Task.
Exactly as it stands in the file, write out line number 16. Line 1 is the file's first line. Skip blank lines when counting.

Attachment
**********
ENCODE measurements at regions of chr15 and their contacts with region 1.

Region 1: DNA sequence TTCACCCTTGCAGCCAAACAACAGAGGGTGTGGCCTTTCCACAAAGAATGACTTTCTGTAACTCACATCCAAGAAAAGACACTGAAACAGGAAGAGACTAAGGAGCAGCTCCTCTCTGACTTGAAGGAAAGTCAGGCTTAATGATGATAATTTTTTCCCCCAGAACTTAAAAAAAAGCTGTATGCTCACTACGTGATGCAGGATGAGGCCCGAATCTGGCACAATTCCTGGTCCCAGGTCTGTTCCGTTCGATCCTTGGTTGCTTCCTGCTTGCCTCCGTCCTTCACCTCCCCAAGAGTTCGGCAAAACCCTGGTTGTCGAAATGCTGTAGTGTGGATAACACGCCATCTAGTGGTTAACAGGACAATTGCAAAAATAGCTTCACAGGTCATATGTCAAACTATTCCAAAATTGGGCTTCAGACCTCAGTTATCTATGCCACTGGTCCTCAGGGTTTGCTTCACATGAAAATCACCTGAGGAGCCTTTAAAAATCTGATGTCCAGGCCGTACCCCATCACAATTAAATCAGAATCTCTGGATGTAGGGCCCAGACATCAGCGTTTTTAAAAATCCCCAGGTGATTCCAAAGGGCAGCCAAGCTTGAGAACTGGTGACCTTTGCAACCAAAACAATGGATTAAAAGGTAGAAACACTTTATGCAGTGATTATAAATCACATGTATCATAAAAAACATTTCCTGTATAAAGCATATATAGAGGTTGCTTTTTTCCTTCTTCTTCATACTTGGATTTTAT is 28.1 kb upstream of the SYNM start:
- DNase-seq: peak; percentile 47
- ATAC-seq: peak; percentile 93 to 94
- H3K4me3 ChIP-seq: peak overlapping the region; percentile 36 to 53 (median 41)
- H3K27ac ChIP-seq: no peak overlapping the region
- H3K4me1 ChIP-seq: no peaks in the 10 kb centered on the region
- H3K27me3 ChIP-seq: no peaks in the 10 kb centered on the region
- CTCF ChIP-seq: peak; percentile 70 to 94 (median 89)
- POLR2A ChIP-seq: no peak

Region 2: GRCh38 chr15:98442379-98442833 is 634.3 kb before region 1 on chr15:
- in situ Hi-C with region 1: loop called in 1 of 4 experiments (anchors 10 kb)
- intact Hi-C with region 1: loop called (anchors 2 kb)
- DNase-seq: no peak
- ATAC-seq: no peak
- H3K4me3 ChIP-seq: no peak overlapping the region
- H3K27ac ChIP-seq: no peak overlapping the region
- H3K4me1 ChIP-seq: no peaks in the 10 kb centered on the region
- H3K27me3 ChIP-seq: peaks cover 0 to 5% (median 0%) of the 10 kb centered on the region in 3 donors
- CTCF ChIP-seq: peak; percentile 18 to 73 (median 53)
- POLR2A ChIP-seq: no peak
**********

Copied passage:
- H3K4me3 ChIP-seq: no peak overlapping the region